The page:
US1573912A - Hand pick for string instruments - Google Patents

Hand pick for string instruments Download PDF

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Publication number
US1573912A
US1573912A US50291A US5029125A US1573912A US 1573912 A US1573912 A US 1573912A US 50291 A US50291 A US 50291A US 5029125 A US5029125 A US 5029125A US 1573912 A US1573912 A US 1573912A
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Prior art keywords
pick
plates
soft
string instruments
felt
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Expired - Lifetime
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US50291A
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Burdwise Aaron
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Burdwise Aaron
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    • GPHYSICS
    • G10MUSICAL INSTRUMENTS; ACOUSTICS
    • G10DSTRINGED MUSICAL INSTRUMENTS; WIND MUSICAL INSTRUMENTS; ACCORDIONS OR CONCERTINAS; PERCUSSION MUSICAL INSTRUMENTS; AEOLIAN HARPS; SINGING-FLAME MUSICAL INSTRUMENTS; MUSICAL INSTRUMENTS NOT OTHERWISE PROVIDED FOR
    • G10D3/00Details of, or accessories for, stringed musical instruments, e.g. slide-bars
    • G10D3/16Bows; Guides for bows; Plectra or similar playing means
    • G10D3/173Plectra or similar accessories for playing; Plectrum holders

Description

Feb. 23 1926. 1,573,912

A. BURDWISE HAND PICK FOR STRING INSTRUMENTS Filed August 14 l925 A. EUEDMSE,

INVENTOR Patented F eb. 23, 1926.

UNITED STATES AARON IBURDWISE, 0F BALTIMORE, MARYLAND.

HAND PICK FOR STRING INSTBUIVIENTS.

Application filed August 14, 1925. Serial No. 50,291.

To all whom it may concern Be it known that I, AARON BURDVVISE, a citizen of the United States, residing at Baltimore city and State of Maryland, have invented certain new and useful Improvements in Hand Picks for String Instruments, of which the following is a specilication.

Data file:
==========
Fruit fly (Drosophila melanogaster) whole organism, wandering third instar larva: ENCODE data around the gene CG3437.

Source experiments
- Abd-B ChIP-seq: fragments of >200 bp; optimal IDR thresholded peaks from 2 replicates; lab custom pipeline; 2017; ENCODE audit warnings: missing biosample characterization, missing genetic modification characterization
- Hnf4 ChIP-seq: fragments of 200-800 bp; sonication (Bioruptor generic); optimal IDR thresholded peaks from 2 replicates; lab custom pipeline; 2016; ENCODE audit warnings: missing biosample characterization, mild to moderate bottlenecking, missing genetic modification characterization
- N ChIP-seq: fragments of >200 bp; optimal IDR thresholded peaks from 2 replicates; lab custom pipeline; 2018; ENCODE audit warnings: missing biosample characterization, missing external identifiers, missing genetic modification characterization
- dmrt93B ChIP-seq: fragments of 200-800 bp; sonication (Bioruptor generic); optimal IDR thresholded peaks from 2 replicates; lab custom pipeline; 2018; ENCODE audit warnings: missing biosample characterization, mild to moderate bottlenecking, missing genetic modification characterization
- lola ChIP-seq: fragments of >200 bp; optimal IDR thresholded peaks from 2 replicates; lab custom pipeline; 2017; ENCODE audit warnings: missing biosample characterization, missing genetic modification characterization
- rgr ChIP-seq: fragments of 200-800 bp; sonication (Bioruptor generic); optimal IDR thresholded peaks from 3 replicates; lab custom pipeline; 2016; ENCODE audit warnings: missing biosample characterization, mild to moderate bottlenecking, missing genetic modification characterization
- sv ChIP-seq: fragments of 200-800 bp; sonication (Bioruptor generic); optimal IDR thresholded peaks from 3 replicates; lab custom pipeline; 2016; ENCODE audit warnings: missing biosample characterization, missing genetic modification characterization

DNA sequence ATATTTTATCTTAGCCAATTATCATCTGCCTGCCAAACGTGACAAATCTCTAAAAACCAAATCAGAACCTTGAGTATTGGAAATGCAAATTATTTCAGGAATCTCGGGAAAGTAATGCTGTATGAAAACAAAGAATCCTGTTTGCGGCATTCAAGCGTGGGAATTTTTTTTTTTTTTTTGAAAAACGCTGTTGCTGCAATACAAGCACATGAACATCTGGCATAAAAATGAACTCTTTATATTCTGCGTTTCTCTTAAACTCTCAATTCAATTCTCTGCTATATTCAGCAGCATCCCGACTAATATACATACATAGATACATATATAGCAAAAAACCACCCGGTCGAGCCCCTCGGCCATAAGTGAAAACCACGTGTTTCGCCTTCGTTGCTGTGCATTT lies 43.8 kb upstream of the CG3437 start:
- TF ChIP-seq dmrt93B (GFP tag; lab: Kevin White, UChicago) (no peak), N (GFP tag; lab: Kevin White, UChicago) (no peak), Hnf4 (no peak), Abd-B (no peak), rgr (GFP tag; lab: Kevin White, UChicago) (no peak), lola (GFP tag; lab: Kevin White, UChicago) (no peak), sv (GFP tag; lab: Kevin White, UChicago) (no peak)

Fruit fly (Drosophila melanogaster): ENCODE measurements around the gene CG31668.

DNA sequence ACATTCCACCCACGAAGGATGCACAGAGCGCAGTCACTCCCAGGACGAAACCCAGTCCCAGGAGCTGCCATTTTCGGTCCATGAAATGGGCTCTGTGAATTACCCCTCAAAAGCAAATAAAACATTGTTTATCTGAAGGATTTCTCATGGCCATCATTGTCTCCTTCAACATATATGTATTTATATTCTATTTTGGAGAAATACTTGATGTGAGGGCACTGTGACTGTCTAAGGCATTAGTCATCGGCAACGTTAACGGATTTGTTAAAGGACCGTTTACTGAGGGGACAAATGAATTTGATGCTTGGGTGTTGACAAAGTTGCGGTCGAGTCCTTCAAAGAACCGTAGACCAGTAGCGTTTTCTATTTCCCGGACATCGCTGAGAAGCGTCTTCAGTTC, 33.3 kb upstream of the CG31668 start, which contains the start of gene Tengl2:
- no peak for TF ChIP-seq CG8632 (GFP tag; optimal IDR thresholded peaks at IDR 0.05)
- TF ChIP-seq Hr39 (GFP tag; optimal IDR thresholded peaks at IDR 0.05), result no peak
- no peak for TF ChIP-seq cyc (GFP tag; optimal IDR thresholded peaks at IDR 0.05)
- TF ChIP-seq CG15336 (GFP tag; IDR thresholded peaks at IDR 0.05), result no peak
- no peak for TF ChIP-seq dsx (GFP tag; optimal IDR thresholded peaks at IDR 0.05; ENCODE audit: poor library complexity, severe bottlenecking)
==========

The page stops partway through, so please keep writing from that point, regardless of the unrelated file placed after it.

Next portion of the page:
This invention relates to hand picks for string instruments.

The invention can be the better understood when compared with other devices of the kind. Picks made entirely of relatively hard, stifi and springy material, such as has usually been employed for forming such picks, have the advantage of being unaffected by moisture or by being constantly or often flexed during their use in playing; but they have two disadvantages, viz.,, (1) their tendency to constantly shift their position between the fingers and thumb of the player, and (2) their inability to produce the softer tones.

Certain inventors have tried to overcome these (above mentioned) disadvantages by, (1) inserting a plate of relatively hard and stiff material between two plates of leather, and using only the leather as the picking point, the core or interior plate stiffening the middle part, but not stiffening the picking point; and (2) incorporating glue, shellac or a similar substance in the body of a pick or plectrum formed of felt or the like, thereby stiffening the previously flexible body. Both of these have proven unsatisfactory, one reason being that ordinary leather and ordinary unstifl'ened felt are too soft and not springy enough to meet the requirements, and another reason is that both materials, whether combined with an incorporated hardening material or not, become more and more flexible and less and less springy as they are repeatedly and continually swung or oscillated across the strings of the instrument being played thereby, so the playing becomes more and more diilicult and less and less audible. Another disadvantage of leather, in the relation above described, is that it soon rots from absorbing perspiration from the fingers of the player, and also becomes hard and brittle after having aged for several years, so a few oscillations thereof, across the strings, will cause its picking point to break adjacent to the stiffening core. Besides, leather becomes so smooth that it is difficult to hold in a definite playing position between the fingers and thumb.